Reuters reports that automakers and automotive dealers are reaping the highest auto sale transaction prices in more than 15 years for vehicles sold in the U.S. CNW Marketing Research attributes this phenomenon to increased demand for a smaller number of available new vehicles. Early April 2011 sales figures indicate that new cars and trucks sold at 87 percent of manufacturers suggested retail price (MSRP).
The highest transaction price since 1996
CNW issued a report in which the auto sale transaction price increase is studied in detail. According to the report, the U.S. new vehicle market is projected to sell 1.11 million units this month, up 14 percent from April 2009.
“Dealers are the primary beneficiary of these dwindling discounts since they are using fewer of their own dollars to close a deal than was necessary just a few years ago,” said CNW.
The scant 13 percent discount from MSRP is compared to 23 percent under MSRP in April 2010. At that time, new car sales and used car sales in the U.S. were at a 27-year low. The ongoing Japanese nuclear crisis is expected to have a large affect upon the availability of auto parts for some time, which will in turn decrease production of new vehicles. Experts predict the gap between auto transaction price and MSRP will continue to shrink as shortages continue and consumer credit continues to loosen.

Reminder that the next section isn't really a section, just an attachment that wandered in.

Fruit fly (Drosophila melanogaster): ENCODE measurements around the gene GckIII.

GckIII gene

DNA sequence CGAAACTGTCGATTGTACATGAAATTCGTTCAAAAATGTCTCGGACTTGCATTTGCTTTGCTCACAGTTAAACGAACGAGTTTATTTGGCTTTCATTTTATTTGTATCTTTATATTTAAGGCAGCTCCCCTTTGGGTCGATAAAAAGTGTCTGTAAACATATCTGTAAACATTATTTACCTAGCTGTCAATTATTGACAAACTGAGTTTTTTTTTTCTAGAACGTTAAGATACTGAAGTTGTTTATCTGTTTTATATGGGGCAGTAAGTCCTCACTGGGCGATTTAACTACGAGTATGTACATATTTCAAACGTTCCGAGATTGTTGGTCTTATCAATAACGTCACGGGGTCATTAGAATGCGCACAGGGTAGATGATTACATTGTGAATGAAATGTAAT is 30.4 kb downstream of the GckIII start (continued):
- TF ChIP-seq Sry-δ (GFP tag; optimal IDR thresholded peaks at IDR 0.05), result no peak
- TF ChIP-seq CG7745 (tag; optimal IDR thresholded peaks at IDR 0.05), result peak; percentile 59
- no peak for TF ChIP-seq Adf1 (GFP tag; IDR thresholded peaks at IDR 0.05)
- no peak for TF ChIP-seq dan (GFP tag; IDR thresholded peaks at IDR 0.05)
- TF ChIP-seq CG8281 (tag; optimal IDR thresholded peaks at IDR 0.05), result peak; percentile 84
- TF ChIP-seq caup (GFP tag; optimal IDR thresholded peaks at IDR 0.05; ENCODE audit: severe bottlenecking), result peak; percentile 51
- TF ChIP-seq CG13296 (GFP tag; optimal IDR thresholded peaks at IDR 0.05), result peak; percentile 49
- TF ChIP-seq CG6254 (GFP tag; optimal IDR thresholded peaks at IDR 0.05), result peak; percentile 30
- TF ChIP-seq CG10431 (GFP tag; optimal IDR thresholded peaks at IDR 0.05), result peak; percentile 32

Used cars are even harder to come by
With the lack of discounts on new cars, the demand for used cars has increased, particularly for light, fuel-efficient cars and trucks. Less than 40 days worth of small used cars are currently available in the U.S. market, reports CNW. That’s half the stock of what was available in April 2010 and 10 days fewer than in January 2011.
The subprime market for new vehicles has risen considerably, however. The percentage of new car customers with subprime credit scores has skyrocketed from April 2010 to the present, up 92 percent.
Average transaction prices and incentives
According to TrueCar.com, the average auto transaction price for light vehicles in March 2011 was $29,334 in the U.S., up $267 from the previous month. In turn, the average dealer incentive was $2,432 in March, down $366 (13.1 percent) from March 2010, a sign that automakers have learned some harsh lessons from the previous auto industry collapse.